In considering a motion for summary judgment, the court must consider whether the pleadings, depositions, answers to interrogatories and admissions on file, together with the affidavits, show there is no genuine issue as to any material fact, and whether the moving party is entitled to judgment as a matter of law. Fed.R.Civ.P. 56(c). This court is required to determine whether the evidence is such that a reasonable jury could return a verdict for the nonmoving party. Anderson v Liberty Lobby, Inc., 477 U.S. 242, 248, 106 S. Ct. 2505, 2510, 91 L. Ed. 2d 202 (1986). In making this determination, all reasonable inferences must be drawn in favor of the nonmoving party. Anderson, 477 U.S. at 256, 106 S. Ct. at 2512 . While the movant bears the initial burden of demonstrating an absence of genuine issues of material fact, the nonmovant must then establish the existence of each element of its case. J.F. Feeser, Inc. v. Serv-A-Portion, Inc., 909 F.2d 1524, 1531 (3d Cir. 1990) citing Celotex Corp. v. Catrett, 477 U.S. 317, 323, 106 S. Ct. 2548, 2553, 91 L. Ed. 2d 265 (1986).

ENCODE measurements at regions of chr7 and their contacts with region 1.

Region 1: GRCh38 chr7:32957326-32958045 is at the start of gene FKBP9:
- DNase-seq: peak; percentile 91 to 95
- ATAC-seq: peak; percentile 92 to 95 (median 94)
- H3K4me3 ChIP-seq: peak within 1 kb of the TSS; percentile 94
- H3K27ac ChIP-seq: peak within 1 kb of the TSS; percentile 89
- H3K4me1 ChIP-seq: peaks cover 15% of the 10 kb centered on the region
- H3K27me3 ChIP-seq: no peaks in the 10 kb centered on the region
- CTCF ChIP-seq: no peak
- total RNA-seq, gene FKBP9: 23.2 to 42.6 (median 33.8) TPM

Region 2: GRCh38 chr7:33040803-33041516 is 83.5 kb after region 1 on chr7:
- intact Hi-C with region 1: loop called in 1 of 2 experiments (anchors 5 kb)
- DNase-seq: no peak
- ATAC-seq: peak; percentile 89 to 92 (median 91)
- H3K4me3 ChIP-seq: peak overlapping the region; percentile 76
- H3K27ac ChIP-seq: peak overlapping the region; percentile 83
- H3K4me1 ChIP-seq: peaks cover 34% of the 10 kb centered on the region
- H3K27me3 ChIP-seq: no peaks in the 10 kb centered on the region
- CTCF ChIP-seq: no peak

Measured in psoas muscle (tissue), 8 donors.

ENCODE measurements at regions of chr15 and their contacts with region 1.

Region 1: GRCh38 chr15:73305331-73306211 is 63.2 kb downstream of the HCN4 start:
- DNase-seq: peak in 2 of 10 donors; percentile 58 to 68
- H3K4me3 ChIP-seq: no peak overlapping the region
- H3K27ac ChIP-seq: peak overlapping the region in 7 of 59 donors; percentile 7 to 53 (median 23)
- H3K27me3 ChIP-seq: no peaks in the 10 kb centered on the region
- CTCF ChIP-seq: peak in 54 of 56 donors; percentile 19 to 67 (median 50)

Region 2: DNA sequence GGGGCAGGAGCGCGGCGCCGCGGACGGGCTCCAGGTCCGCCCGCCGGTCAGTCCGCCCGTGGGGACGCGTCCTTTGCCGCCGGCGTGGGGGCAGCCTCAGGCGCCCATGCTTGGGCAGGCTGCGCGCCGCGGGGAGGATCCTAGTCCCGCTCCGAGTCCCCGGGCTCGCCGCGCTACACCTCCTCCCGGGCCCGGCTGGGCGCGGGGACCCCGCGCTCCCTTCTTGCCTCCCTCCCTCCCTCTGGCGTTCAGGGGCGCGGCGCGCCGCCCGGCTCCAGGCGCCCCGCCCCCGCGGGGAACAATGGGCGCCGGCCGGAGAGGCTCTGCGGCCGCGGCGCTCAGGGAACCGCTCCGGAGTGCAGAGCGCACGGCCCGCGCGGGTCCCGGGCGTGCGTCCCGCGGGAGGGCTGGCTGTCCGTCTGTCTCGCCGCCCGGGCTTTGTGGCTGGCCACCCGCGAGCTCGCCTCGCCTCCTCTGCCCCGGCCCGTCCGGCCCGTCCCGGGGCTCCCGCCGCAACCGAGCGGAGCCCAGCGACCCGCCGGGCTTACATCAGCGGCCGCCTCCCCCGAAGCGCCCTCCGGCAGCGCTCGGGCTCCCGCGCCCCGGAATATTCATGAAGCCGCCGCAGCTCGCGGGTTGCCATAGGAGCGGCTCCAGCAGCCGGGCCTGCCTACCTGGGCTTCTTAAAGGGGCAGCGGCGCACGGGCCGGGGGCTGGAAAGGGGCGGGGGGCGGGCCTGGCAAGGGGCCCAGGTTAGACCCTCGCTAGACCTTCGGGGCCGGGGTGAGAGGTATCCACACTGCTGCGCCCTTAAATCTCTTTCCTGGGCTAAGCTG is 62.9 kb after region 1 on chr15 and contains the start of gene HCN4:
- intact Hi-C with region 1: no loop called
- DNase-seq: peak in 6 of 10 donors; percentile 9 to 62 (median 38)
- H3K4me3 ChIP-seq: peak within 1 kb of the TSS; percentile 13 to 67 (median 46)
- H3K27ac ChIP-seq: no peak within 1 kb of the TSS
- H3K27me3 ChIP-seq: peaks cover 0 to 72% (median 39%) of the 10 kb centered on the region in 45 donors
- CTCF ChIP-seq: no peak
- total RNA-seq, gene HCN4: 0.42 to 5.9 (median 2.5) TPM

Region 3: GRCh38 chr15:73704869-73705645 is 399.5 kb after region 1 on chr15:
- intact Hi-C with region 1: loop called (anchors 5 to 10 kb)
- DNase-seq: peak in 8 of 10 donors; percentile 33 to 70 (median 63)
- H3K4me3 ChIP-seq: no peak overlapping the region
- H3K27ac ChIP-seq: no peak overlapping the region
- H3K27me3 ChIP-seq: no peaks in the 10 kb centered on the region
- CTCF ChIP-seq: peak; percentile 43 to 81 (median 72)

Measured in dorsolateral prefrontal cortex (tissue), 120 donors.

As a prerequisite to a suit under Title VII of the Civil Rights Act of 1964, as amended 42 U.S.C. ยง 2000e, the plaintiff must first file a claim with the EEOC and receive a "right-to-sue" letter from the Commission. Howze v. Jones & Laughlin Steel Corp., 750 F.2d 1208, 1210 (3d Cir. 1984). These preliminary steps are necessary to effectuate the statutory purpose of promoting case resolution through "administrative conciliation and persuasion if possible, rather than by formal court action." Ostapowicz v. Johnson Bronze Company, 541 F.2d 394, 398 (3d Cir. 1976); see Waiters v. Parsons, 729 F.2d 233, 237 (3d Cir. 1984). However, the EEOC filing requirement is not jurisdictional in nature. Zipes v. Trans World Airlines, Inc., 455 U.S. 385, 102 S. Ct. 1127, 1132-33, 71 L. Ed. 2d 234 (1982). Rather, the requirement is similar to a statute of limitations and therefore subject to waiver, estoppel and equitable tolling. Id.; Molthan v. Temple University, 778 F.2d 955, 960 (3d Cir. 1985); Waiters, 729 F.2d at 236.